January 1, 2017

What makes a Remarkable Learning Environments?

Written by:
Russell Earnshaw

I am currently sat on a sofa in Bournemouth and am unable to lift my arms.  Two weeks ago I could barely move my legs after a children’s party in Bristol...

When not slightly injured, I am forever fascinated by learning and exploring environments that might best support learning. Throughout my life, I have been lucky enough to hang out with ‘elite’ sports teams across a huge array of sports, spend significant time in schools, colleges and universities, spent time with the Chief Wizard at Google, observe rockstar teachers in action in the performing arts in places such as the BRIT School and observe and spend time with a multitude of people who are similarly obsessive with learning environments for young people.

Two weeks ago, I was in ‘Free Dog’ in Bristol, a remarkable learning environment… no coaches, kids in charge, coaching themselves and one another, providing verbal and visual feedback (they video one another on their phones), the only rules are those around safety, experts (although they don’t think they are) mix with novices, the practice is variable and it feels a safe and caring environment. There are no trophies.

Meanwhile, the majority of adults who are clearly way more sensible than me, enjoy a nice cup of coffee and are not foolish enough to join in. If you do join in, you travel back in time and remember what it once felt like to be both a child and a learner… a remarkably joyful yet frustrating experience.

In Bournemouth today, and after a short safety brief, I once again remembered what it felt like to be a learner as I paddled ‘Thriller-style’ into a strong headwind managing to paddle for ten minutes and remain in exactly same place I started. Meanwhile, my son glided through the water, turning only to humorously acknowledge my screams every time I fell in. I was definitely failing better every time and an hour or so in, was cheerfully asking Charlie (the instructor.. although he did very little, allowing us to learn by doing) ‘who are the best paddle boarders in the World?’… I was beginning to fancy my chances. The environment was fun, paddler-led (we were the ones aware of how we felt), supportive (we gave positive feedback to one another when we made progress), allowed us freedom to make decisions (no buoys to map out our route) and a memorable experience. I wanted more...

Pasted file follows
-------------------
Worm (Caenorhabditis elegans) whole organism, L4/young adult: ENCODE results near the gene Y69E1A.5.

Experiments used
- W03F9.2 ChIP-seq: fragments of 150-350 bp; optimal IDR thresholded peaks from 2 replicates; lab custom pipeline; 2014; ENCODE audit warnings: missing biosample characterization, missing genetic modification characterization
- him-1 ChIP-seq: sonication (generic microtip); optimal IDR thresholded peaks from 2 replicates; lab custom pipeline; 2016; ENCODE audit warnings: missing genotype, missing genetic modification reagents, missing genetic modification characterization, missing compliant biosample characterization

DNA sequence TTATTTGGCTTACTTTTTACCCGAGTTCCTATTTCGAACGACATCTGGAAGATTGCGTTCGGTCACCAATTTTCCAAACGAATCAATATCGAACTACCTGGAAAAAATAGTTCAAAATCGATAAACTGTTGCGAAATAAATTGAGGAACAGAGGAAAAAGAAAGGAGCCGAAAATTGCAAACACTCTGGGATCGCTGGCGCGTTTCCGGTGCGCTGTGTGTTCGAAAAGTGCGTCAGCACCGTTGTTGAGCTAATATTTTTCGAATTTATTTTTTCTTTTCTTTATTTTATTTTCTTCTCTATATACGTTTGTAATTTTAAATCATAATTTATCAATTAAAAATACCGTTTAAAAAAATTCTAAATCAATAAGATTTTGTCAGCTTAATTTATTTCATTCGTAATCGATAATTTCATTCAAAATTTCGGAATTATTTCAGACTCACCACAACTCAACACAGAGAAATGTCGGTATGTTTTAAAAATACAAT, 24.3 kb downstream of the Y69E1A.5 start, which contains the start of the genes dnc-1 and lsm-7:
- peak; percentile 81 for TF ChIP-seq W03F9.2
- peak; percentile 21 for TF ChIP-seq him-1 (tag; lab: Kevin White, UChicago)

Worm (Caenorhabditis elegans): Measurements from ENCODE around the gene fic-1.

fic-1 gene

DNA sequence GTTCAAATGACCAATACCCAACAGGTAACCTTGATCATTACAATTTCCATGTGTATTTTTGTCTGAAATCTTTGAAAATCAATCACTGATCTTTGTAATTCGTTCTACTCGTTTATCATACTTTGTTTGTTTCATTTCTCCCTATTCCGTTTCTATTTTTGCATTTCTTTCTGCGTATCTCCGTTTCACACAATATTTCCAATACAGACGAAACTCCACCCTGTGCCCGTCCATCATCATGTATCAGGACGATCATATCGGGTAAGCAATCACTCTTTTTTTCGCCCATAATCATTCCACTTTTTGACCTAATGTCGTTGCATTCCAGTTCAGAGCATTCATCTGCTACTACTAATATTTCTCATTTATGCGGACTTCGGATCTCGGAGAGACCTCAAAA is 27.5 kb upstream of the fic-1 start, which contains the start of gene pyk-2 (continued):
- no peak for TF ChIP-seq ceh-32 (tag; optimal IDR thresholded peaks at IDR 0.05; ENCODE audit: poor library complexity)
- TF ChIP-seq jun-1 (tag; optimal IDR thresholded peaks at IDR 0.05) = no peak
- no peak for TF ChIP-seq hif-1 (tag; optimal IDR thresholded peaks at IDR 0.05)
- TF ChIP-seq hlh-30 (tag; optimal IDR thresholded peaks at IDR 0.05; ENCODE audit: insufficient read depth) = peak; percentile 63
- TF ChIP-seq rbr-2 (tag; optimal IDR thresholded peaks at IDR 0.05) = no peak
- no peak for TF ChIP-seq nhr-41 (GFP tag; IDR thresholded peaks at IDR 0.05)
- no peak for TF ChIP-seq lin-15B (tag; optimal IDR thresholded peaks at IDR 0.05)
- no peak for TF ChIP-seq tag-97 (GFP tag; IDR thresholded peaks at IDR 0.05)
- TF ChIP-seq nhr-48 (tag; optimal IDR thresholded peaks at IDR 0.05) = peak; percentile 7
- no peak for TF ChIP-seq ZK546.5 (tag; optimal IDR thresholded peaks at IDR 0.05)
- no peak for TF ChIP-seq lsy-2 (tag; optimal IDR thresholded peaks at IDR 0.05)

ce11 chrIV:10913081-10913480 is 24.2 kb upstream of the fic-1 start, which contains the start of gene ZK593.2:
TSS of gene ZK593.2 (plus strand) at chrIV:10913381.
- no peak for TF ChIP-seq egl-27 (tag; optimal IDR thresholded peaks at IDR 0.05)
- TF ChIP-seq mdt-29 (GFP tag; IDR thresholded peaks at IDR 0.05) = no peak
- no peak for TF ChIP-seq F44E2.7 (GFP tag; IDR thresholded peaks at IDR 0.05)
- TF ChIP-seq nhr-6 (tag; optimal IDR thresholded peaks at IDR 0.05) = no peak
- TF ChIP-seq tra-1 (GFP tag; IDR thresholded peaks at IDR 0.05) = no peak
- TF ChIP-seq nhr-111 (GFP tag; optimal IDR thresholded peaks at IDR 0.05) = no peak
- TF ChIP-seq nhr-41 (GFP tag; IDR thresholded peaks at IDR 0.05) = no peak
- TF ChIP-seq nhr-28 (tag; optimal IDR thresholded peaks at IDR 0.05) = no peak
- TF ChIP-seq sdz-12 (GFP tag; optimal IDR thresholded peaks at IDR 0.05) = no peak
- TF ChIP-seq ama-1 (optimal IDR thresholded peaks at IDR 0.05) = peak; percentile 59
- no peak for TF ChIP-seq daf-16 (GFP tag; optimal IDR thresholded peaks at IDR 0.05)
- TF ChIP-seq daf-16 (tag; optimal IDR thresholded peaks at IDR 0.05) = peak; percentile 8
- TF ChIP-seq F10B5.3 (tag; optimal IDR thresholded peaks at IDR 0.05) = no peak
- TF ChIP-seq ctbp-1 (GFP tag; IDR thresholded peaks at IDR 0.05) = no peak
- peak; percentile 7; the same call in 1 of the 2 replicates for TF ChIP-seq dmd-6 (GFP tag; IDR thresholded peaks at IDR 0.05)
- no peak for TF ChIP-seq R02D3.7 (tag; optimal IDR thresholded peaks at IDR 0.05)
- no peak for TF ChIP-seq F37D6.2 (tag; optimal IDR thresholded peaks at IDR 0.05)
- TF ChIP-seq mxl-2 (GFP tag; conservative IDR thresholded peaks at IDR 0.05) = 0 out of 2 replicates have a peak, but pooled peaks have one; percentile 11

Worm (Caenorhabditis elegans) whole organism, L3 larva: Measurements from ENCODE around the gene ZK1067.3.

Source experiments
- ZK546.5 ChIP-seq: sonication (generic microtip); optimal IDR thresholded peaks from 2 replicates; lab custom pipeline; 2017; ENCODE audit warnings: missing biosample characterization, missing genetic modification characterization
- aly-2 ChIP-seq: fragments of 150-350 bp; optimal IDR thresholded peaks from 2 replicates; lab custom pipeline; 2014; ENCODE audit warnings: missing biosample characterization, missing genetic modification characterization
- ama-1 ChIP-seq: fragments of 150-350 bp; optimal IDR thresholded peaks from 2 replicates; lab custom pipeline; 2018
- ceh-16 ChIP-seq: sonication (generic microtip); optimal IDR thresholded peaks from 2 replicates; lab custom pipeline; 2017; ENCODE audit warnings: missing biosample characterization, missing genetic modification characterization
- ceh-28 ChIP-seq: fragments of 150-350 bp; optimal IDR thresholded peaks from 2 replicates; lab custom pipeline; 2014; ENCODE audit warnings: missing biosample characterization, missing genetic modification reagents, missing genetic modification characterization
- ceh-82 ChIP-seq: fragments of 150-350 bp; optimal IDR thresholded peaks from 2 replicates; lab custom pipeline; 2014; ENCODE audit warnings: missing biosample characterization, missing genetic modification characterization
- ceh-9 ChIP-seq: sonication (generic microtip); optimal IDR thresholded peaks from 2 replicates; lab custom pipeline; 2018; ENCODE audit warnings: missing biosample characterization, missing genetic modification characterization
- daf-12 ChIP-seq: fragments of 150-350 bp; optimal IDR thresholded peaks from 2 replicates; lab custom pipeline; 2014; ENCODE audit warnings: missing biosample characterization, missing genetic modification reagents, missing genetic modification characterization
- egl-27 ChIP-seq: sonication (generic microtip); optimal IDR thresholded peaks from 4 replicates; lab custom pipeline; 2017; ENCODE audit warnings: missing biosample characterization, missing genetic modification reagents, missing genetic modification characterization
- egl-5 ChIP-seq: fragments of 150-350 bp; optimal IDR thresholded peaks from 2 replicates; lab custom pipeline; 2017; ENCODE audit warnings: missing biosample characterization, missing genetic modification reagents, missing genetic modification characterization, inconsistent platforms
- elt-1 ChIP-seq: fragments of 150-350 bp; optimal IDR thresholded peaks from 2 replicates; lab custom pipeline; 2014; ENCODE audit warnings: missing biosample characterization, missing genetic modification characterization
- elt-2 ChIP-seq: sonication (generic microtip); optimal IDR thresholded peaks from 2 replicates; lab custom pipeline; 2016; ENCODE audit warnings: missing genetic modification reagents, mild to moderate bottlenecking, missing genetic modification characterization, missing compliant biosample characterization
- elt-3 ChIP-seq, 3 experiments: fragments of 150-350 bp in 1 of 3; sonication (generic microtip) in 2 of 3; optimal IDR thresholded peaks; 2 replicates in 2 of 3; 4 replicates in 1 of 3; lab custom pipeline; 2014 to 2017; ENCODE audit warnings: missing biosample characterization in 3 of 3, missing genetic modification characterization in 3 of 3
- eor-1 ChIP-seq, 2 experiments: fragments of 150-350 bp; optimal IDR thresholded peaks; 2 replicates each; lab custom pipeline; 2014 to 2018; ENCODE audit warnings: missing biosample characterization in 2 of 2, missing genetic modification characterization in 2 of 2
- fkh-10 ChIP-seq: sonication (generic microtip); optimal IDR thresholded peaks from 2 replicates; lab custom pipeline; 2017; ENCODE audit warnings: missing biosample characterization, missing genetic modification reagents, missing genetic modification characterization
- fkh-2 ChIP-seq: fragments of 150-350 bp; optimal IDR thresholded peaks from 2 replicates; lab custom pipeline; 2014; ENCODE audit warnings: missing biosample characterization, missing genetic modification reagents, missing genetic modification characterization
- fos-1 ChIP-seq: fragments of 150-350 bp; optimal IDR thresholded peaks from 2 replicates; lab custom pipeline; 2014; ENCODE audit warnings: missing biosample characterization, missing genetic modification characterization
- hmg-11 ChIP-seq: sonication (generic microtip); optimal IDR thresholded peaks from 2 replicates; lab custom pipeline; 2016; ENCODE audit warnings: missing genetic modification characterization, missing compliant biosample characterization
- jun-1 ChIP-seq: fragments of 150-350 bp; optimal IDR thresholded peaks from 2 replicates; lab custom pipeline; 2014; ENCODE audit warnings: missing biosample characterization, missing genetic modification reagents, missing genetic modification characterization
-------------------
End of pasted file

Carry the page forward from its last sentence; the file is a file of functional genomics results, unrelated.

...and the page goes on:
I also coach on a Sunday morning. The mighty Old Bristolians U13’s who always play mixed teams, everyone plays multiple positions and the players do their own subs to even up game time travel around the South West measuring success by how many kids rock up, how much fun they have and how many piggybacks Jack Potter can hitch. I am always curious when we turn up on a Sunday morning how close the environment will be to Free Dog or paddle boarding in Bournemouth.

I was wondering...

  • How would people observing describe your environment?
  • If you asked them to do an impression of you coaching with no sound, that would it look like?
  • How are you encouraging freedom and coaching decision-making in your players?
  • How are you creating memories that mean they want to come back again and again?
  • How are you getting to understand what it feels like to be a kid or a learner?
  • How good are the kids at giving one another positive feedback?
  • How safe is your environment?
  • In what ways might the adults be getting in the way of fun and learning?
  • How does your coaching make the kids feel? How do you know?
  • How would a kid feel if he made a 'mistake' in your environment?
  • Which kids in your environment would love to be coached by you?
  • Who would not? Why? What would those kids say about you?
  • What are you doing to help support them better?
  • What feedback are you getting from those kids?
  • What 3 words would they use to describe your coaching?
  • What 3 words would you really want?

What and how are you learning as a coach?